The Way of Kings Reread on Tor.com

The Way of Kings Reread: Chapter 56

Welcome back to The Way of Kings reread here on Tor.com. Things are moving fast and furious as we are less than a month away from the publication of Words of Radiance (check out the new Glimpses of Radiance feature), but before we reach that destination we need to finish the journey that is The Way of Kings.

This week we tackle just one chapter, though it is quite an important one. Two sides that are warring against each other within Dalinar. On one side is the Alethi Thrill that has been bred into him, which he no longer revels in. On the other is the influence his conscience and the codes have had upon him. Neither side seems to have the upper hand at the moment, but that will change as Dalinar steps into a new role. Only he has to get past Sadeas to do it. And after he saved Sadeas’s storming life!

Chapter 56: That Storming Book
Point of View:
Dalinar
Setting: The Shattered Plains

What Happens: Dalinar finds himself in the thick of battle upon the Shattered Plains atop his horse, Gallant. This is one of his earliest joint plateau attacks with Sadeas’s forces. Both armies seem to complement each other well with Sadeas’s men leading the way and Dalinar’s better trained forces sweeping in behind.

The Thrill is upon Dalinar. He cuts through the Parshendi forces with ease as they fall from beneath his Shardblade’s edge, burning out their eyes as it passes through them.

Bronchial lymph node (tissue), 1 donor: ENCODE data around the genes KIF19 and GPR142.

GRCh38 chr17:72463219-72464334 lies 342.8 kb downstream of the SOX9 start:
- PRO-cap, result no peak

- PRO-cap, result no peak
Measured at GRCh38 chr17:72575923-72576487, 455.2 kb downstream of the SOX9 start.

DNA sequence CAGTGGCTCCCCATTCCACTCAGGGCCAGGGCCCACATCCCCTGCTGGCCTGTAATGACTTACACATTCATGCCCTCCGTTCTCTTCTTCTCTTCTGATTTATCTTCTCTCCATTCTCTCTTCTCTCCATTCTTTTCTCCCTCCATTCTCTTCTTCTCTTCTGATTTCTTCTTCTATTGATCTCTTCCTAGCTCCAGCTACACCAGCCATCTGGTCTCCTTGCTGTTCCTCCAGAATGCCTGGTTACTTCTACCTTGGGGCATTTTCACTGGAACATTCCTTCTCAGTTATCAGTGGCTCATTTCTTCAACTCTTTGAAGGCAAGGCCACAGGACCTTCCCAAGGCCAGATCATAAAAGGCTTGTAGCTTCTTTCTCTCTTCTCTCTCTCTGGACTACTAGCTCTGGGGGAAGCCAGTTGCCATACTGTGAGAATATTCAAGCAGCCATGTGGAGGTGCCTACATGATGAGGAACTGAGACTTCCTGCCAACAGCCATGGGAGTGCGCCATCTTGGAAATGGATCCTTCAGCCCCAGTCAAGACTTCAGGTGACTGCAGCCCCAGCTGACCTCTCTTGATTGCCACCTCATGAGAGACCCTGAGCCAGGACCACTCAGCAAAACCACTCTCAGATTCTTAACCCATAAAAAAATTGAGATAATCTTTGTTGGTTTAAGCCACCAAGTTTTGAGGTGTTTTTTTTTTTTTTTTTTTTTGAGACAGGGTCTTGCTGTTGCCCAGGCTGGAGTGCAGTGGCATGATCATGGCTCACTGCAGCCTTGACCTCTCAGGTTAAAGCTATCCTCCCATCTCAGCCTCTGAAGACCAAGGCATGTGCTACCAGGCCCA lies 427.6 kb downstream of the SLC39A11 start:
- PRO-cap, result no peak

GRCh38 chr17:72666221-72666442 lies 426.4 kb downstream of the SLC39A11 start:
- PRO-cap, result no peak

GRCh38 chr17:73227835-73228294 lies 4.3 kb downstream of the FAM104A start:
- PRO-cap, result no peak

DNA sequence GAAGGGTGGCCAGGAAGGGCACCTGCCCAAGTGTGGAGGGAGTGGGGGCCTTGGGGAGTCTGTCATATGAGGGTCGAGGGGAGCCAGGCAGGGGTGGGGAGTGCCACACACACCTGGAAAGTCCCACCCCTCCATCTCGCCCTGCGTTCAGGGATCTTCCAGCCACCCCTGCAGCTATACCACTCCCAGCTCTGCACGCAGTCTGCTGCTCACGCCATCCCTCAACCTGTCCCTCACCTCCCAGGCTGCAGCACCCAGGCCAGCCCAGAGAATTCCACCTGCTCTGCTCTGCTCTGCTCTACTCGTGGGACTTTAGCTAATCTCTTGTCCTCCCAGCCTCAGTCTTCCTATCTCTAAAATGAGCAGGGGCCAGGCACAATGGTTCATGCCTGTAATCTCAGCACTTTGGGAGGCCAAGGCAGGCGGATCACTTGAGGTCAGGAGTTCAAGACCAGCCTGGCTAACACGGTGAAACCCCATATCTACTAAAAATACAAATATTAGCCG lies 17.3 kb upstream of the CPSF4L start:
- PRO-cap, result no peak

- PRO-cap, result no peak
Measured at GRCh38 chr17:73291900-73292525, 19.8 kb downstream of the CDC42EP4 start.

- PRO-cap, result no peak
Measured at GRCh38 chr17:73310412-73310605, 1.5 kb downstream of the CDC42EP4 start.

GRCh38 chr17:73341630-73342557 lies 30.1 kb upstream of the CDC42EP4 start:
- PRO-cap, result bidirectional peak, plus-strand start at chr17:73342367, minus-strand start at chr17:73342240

As Dalinar fights he focuses on the fact that the Parshendi fight in pairs; usually one is bearded while the other is not. Alethi scholars theorize it is a master/apprentice relationship, but after looking at an unbearded Parshendi up-close Dalinar theorizes they fight in male and female—possibly husband and wife—teams, though with the Parshendi’s build and odd carapace shielding it is difficult to tell.

After dispatching many Parshendi, Dalinar sees that the battle near him has ebbed. He dismounts Gallant and sends the horse back behind the lines. Looking again at the pairs of Parshendi, Dalinar decides to have a couple of the Parshendi bodies taken back and examined by his scholars.

Dalinar heads to a more active section of the battlefield. Adolin is in the distance commanding another area while Sadeas’s forces are focused on the chrysalis. Though they could end the battle now by cutting open the chrysalis both Dalinar and Sadeas had decided beforehand to protect, thus it luring more Parshendi into the battle. Their long term plan is to kill as many Parshendi with these sorties as they can in hopes of ending the war sooner.

The Way of Kings Brandon Sanderson Even though Dalinar knows he should hate the Parshendi he still respects them for their will to attack a Shardbearer so easily. Most regular soldiers would flee at the sight of a Shardbearer, but the Parshendi go right for them. Dalinar finds himself in the midst of many Parshendi, all of whom he quickly kills. A sudden bout of nausea takes him as he fights against the Thrill. But that doesn’t stop him from slicing through more Parshendi.